Theresa May was just given the green light to REALLY get to know the British public [VIDEO]

Tracy Keeling

Theresa May’s plan to legitimise spying on everything the British people do just gained some serious traction. David Anderson QC, the man tasked with reviewing bulk surveillance proposals in the Investigatory Powers (IP) bill, has concluded that the measures are ‘necessary’.

His judgement gives a powerful boost to the controversial surveillance legislation currently winding its way through parliament. But it throws into serious doubt whether privacy will be a right citizens retain in the UK.

The Snooper’s Charter

The IP bill, more commonly known as the ‘Snooper’s Charter’, aims to put spying practices on a statutory footing. It was initiated following Edward Snowden’s revelations in 2013 that showed the UK spy agency GCHQ was already engaged in mass surveillance.

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It is designed to secure immense spying powers for the UK’s security services, and other public bodies. The proposals include allowing bulk interception of communications, bulk collection of communications data (or ‘metadata’ – which is essentially the data about data), and bulk equipment interference (aka hacking).

Anderson, the UK government’s independent reviewer of terrorism legislation, was assigned to lead the review in May. Following the three-month investigation, which human rights group Liberty described as a “clearly insufficient” timeframe, Anderson’s report claims:

there is a proven operational case for three of the bulk powers [bulk interception, bulk acquisition and bulk personal dataset], and that there is a distinct (though not yet proven) operational case for bulk equipment interference.

Bulk personal datasets are collections of information that are recorded about our activities every day. As privacy advocate Sam Smith described at the 2016 Scrambling for Safety event:

They’re the databases that are everywhere in modern life. They’re recording the number plates that go past your window. They’re the record of what you’ve watched on Netflix, and the interaction data that says you were chilling at the time. They are the administrative trivia of where you were late to work, or the banking records of what you donated to church, and the implementation details of how you pay your taxes.

The UK government has recently been involved in a four-day court hearing over the legality of its use of these datasets, and other electronic communications.

Inside information

Anderson’s assessment that there is a “proven operational case” for bulk powers is at odds with the conclusion drawn by others in the industry. In June, The Intercept released a secret report from one of the UK’s security services, which stated that MI5:

can currently collect (whether itself or through partners …) significantly more than it is able to exploit fully… This creates a real risk of ‘intelligence failure’ i.e. from the Service being unable to access potentially life-saving intelligence from data that it has already collected.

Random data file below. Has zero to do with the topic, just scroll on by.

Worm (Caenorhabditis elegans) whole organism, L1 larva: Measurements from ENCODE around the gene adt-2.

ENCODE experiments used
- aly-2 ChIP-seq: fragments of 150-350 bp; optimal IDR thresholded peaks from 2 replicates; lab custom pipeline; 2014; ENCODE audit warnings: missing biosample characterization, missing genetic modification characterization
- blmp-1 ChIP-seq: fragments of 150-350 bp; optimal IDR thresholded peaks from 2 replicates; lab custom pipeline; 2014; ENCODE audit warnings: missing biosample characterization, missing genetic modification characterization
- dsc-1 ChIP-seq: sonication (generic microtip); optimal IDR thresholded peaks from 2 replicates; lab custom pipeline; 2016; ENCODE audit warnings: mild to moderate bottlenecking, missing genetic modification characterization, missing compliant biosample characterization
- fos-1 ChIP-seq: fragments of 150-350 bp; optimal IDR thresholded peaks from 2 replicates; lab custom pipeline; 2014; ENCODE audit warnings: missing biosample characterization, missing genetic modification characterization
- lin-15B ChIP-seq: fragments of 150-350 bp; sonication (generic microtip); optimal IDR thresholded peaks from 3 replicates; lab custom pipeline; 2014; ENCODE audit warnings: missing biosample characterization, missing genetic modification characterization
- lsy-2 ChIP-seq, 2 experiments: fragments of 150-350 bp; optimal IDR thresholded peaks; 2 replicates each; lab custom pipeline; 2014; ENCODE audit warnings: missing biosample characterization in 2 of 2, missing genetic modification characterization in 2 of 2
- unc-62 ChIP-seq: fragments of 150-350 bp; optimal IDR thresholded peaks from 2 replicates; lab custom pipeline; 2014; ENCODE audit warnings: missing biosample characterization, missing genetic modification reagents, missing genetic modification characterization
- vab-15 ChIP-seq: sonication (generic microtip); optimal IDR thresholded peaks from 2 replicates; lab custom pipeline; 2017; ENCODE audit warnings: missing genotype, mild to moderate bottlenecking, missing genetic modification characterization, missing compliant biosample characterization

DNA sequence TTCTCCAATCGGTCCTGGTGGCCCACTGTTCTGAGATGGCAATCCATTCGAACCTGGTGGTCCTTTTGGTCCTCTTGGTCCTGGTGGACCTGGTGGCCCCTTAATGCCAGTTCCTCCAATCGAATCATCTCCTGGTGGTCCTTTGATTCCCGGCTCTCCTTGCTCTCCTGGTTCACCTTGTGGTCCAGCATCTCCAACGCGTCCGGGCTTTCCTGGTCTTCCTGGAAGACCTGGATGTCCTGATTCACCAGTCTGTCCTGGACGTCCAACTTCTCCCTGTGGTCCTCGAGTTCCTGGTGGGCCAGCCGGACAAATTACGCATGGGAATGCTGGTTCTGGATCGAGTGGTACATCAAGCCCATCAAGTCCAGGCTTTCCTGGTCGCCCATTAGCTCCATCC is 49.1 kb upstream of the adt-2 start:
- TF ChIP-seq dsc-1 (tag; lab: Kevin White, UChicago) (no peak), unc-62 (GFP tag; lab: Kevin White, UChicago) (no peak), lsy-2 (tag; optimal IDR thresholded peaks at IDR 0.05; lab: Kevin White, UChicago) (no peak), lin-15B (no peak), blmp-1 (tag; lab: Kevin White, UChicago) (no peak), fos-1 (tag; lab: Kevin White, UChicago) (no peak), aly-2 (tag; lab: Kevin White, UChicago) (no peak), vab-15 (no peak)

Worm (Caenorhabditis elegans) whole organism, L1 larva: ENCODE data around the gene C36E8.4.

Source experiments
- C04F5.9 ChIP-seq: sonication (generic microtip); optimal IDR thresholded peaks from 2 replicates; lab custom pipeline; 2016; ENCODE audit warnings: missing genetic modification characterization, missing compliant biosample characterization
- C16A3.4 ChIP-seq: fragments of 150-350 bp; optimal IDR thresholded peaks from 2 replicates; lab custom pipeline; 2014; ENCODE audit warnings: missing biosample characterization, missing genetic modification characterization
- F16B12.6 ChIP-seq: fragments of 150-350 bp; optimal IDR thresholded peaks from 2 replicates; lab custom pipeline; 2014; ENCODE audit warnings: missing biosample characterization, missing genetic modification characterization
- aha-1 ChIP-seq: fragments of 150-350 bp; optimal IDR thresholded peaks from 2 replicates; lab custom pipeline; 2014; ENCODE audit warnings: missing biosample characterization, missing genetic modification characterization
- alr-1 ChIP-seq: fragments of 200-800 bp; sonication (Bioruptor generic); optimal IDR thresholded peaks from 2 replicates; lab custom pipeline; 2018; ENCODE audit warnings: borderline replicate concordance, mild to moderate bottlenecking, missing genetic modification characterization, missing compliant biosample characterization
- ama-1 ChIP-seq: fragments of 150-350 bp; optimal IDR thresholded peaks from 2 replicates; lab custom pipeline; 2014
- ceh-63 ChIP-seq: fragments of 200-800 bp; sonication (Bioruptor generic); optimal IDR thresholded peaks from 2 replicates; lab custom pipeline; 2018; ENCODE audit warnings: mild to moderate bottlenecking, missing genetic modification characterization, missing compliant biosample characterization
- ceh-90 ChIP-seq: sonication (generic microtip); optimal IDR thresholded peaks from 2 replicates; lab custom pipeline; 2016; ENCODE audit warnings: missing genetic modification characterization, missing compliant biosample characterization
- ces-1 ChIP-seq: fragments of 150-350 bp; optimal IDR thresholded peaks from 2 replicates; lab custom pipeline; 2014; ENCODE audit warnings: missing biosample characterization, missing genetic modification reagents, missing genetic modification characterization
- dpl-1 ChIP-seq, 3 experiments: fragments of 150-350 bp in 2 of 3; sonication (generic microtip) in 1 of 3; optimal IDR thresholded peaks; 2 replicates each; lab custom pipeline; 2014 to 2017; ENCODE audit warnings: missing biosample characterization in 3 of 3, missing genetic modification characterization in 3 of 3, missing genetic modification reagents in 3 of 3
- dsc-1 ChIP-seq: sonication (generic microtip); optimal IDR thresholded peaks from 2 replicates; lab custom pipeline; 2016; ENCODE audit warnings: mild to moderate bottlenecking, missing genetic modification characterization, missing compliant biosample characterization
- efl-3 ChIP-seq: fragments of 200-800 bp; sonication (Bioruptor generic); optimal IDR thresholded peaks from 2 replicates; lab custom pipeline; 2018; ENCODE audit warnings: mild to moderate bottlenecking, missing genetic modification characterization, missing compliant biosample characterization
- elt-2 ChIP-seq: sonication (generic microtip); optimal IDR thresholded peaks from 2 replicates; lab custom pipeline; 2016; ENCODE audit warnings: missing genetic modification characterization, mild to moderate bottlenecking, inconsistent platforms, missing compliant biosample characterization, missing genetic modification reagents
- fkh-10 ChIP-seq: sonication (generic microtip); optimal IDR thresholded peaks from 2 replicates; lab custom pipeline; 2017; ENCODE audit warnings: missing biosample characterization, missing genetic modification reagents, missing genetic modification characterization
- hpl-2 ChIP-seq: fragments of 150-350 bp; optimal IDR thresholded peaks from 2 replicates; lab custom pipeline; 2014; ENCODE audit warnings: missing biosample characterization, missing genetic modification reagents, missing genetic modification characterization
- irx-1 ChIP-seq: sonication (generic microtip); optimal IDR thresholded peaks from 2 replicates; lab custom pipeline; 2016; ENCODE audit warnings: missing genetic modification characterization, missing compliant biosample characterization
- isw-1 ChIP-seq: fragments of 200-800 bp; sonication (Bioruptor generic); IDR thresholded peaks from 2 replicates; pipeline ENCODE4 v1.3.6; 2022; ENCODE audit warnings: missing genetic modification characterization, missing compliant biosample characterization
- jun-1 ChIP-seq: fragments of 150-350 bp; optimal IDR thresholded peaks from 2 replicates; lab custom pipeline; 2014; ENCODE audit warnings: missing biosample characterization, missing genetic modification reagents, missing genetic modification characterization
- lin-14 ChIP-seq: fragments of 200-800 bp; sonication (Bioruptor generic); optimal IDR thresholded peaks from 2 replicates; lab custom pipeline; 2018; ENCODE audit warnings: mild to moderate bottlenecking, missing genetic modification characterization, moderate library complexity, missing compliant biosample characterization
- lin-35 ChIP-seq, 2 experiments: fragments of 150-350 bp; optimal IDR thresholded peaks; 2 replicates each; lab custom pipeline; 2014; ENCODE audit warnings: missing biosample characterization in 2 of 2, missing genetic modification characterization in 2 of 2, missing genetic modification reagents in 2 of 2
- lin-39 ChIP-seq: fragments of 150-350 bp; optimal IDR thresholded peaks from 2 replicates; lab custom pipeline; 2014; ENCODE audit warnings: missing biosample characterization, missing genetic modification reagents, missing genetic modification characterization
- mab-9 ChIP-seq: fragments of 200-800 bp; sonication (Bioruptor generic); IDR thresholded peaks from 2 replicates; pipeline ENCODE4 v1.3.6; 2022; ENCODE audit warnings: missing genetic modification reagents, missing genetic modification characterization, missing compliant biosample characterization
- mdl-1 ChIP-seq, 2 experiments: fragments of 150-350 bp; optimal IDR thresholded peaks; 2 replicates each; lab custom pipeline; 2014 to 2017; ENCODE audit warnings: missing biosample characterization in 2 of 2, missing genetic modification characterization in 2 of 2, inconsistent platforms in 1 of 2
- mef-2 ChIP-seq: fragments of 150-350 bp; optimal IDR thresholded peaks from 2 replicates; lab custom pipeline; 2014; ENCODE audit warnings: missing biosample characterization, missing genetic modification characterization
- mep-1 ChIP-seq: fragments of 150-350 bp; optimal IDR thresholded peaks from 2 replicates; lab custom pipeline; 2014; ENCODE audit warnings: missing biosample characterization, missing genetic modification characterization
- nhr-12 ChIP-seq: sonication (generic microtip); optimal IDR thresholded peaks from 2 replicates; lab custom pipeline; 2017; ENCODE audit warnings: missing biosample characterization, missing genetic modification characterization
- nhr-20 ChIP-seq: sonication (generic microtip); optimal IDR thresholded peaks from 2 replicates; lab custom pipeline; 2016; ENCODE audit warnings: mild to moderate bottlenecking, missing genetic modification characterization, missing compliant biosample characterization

And UK spies are not alone in acknowledging this ‘analysis paralysis’. In an earlier article from The Intercept, an analyst at the US National Security Agency (NSA) described the problem thus:

It’s what happens in SIGNIT (signals intelligence) when we have access to endless possibilities, but we struggle to prioritize, narrow, and exploit the best ones.

The fundamental issue

As Anderson notes in the report, one fundamental aspect of the IP bill was not involved in his deliberations:

The Review was not asked to reach conclusions as to the proportionality or desirability of the bulk powers. As the terms of reference for the Review made clear, these are matters for Parliament.

The “proportionality” and “desirability” referenced here relates to the impact of these powers on the privacy of citizens. The report does recommend setting up an advisory panel that could advise security agencies on how to “reduce the privacy footprint of their activities”. But it is parliament’s job to debate whether the ‘privacy’ cost to citizens is worth the alleged security benefits that the spying practice would bring.

Liberty has deemed the report “fatally flawed”. It commented:

Human rights laws require that secret surveillance measures can only be justified where they can be shown to be ‘strictly necessary for the obtaining of vital intelligence in an individual operation’.

Today’s report fundamentally fails to demonstrate that this is the case.

It continued:

The report provides no further information to justify the agencies’ vague and hypothetical claims and instead invites the public to ‘trust us’. Post-Chilcot, this won’t wash – hard evidence is required instead.

In stark contrast to Liberty’s assessment, the Prime Minister welcomed the findings. May, who produced the IP bill in her previous role as Home Secretary, claimed the conclusions proved that bulk powers are of “crucial importance” to security agencies.

The Prime Minister failed to mention that our privacy is of “crucial importance” too.

Surely, no ‘operational case’ has more value than our fundamental rights. After all, it’s these very rights that the security services are meant to be protecting us from losing.

Get Involved!

– Join the campaign for targeted, not total surveillance, with Liberty.

– Take action against the IP bill with the Open Rights Group.

– Support The Canary so we can continue bringing you important news.

Featured image via the Home Office/Flickr

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